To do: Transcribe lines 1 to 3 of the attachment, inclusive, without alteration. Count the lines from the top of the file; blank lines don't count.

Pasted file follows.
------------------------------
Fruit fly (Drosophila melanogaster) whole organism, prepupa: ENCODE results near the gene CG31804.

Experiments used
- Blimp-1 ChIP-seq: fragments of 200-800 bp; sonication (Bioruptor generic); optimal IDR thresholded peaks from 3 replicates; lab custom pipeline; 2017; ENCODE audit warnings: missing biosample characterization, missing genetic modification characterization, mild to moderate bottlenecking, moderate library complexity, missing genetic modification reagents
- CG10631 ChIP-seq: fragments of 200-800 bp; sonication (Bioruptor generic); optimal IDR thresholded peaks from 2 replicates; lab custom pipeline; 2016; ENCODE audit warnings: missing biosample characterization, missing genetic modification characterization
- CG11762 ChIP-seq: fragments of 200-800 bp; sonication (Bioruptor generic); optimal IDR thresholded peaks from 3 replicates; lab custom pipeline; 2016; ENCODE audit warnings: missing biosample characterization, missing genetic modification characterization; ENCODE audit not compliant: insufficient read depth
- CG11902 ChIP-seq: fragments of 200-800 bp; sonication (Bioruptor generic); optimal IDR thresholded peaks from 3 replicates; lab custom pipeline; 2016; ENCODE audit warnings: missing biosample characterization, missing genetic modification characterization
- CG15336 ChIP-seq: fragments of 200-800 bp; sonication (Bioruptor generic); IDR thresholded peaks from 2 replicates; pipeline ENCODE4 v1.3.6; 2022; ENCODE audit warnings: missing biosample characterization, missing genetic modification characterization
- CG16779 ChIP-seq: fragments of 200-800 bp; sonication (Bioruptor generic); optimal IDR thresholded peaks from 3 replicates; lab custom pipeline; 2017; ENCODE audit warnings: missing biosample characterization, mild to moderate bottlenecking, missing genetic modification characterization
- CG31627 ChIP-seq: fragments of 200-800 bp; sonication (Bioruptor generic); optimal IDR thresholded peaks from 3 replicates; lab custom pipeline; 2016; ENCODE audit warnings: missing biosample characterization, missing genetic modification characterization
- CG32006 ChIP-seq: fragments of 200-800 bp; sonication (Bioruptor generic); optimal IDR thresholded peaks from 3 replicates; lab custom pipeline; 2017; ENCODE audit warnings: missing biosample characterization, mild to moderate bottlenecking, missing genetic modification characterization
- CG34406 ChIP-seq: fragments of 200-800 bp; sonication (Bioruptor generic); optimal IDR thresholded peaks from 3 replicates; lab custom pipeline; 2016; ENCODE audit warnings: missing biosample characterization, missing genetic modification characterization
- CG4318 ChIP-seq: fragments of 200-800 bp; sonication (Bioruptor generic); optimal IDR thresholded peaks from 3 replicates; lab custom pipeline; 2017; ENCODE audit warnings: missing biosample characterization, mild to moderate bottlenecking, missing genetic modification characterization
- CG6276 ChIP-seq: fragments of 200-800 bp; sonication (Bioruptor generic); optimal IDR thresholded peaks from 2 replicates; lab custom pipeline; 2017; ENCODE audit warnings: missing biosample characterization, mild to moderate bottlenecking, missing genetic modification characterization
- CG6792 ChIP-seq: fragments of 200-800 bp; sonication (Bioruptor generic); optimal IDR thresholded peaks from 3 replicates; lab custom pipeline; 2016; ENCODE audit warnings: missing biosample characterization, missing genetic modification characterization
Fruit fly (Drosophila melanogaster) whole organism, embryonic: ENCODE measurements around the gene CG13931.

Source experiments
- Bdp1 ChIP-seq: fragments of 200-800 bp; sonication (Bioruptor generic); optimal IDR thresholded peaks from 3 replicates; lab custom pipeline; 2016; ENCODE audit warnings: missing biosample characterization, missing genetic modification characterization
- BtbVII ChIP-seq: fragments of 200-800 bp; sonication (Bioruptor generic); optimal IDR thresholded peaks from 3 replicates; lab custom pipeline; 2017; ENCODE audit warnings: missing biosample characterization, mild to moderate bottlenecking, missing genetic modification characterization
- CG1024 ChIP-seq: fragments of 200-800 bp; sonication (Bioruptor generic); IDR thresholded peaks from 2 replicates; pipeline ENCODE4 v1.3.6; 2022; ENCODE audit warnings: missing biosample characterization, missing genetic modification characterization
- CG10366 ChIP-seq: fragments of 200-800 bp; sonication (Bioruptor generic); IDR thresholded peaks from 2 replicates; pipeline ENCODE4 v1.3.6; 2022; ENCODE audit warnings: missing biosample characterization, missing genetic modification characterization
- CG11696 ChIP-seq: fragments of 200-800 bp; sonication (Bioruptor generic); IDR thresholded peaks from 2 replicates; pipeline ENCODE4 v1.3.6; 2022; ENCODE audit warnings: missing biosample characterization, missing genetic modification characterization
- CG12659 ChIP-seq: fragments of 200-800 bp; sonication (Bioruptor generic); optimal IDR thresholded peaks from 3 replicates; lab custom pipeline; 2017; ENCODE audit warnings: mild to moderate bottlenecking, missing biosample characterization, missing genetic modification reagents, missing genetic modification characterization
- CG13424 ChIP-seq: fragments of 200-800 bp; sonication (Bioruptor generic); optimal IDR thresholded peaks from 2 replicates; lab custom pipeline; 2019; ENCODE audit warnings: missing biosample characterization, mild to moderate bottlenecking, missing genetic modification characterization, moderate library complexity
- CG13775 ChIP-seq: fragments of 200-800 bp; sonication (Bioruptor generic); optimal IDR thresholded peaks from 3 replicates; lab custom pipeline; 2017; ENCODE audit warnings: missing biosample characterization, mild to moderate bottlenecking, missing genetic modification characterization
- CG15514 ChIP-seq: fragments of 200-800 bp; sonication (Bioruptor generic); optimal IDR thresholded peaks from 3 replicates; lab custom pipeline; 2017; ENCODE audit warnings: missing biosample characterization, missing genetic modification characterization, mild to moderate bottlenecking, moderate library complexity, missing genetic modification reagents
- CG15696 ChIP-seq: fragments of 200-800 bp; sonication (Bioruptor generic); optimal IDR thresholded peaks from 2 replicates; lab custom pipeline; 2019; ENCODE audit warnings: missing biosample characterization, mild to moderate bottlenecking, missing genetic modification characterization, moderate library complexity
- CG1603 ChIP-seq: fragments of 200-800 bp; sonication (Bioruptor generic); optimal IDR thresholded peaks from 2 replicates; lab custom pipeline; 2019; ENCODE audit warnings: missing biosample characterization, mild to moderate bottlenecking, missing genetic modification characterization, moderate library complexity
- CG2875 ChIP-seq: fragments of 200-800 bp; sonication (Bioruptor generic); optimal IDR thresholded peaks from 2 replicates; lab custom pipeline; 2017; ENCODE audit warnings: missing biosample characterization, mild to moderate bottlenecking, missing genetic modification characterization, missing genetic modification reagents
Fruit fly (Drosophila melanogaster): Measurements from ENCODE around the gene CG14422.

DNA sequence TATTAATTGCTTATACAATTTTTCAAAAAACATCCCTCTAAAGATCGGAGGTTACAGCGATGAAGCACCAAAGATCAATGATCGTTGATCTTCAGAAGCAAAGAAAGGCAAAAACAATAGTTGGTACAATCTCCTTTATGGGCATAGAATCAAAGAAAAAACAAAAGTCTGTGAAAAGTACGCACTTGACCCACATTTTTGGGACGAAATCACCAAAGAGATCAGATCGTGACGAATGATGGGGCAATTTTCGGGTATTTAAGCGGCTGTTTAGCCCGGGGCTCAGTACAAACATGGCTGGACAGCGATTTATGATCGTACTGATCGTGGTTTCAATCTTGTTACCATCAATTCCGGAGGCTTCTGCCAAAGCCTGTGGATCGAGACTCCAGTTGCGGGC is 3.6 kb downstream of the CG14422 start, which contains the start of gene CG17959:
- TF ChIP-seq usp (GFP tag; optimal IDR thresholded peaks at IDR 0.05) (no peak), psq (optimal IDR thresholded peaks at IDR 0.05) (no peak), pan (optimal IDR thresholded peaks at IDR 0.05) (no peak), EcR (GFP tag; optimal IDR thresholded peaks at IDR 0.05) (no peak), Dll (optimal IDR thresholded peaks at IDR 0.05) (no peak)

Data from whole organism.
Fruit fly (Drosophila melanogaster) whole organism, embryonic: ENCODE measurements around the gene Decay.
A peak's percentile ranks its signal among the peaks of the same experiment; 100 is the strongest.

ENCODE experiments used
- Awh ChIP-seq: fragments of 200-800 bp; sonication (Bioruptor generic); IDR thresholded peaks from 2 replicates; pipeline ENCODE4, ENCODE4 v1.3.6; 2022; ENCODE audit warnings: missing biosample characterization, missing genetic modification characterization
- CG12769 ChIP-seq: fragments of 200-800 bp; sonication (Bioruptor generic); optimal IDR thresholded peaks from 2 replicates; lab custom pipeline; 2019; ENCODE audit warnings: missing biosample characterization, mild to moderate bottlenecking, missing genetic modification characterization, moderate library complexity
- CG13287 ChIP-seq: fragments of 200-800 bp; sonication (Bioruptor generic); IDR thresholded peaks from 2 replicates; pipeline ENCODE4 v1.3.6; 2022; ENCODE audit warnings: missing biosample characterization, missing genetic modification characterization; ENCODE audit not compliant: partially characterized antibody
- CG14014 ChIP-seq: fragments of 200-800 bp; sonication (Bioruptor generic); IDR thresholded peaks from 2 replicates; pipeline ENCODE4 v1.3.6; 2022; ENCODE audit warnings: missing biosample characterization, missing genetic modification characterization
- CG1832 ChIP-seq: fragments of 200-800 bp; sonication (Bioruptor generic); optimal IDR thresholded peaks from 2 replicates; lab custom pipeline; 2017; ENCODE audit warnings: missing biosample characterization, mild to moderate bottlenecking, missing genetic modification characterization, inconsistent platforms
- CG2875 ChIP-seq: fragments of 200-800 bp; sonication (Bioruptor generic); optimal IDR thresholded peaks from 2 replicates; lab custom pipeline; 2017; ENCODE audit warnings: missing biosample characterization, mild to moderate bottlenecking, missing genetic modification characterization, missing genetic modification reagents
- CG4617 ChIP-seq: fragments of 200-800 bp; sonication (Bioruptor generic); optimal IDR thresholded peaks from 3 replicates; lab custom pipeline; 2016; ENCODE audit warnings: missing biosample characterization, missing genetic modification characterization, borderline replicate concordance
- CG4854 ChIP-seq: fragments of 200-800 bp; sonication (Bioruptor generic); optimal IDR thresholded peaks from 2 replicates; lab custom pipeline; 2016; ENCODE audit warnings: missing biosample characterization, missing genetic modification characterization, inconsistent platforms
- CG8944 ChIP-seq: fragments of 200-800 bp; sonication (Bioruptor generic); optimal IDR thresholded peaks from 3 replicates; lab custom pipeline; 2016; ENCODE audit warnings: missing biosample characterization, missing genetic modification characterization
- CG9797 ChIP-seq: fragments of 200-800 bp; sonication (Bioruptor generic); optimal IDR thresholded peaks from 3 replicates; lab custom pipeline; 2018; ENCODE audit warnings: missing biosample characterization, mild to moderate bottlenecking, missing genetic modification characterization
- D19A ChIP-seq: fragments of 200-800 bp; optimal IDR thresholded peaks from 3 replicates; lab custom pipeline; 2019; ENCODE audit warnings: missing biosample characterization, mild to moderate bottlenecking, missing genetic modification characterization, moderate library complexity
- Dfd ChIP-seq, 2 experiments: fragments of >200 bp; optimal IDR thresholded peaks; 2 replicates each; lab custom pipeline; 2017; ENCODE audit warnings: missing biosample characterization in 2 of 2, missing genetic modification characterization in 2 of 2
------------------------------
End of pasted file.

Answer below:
Fruit fly (Drosophila melanogaster) whole organism, prepupa: ENCODE results near the gene CG31804.

Experiments used
- Blimp-1 ChIP-seq: fragments of 200-800 bp; sonication (Bioruptor generic); optimal IDR thresholded peaks from 3 replicates; lab custom pipeline; 2017; ENCODE audit warnings: missing biosample characterization, missing genetic modification characterization, mild to moderate bottlenecking, moderate library complexity, missing genetic modification reagents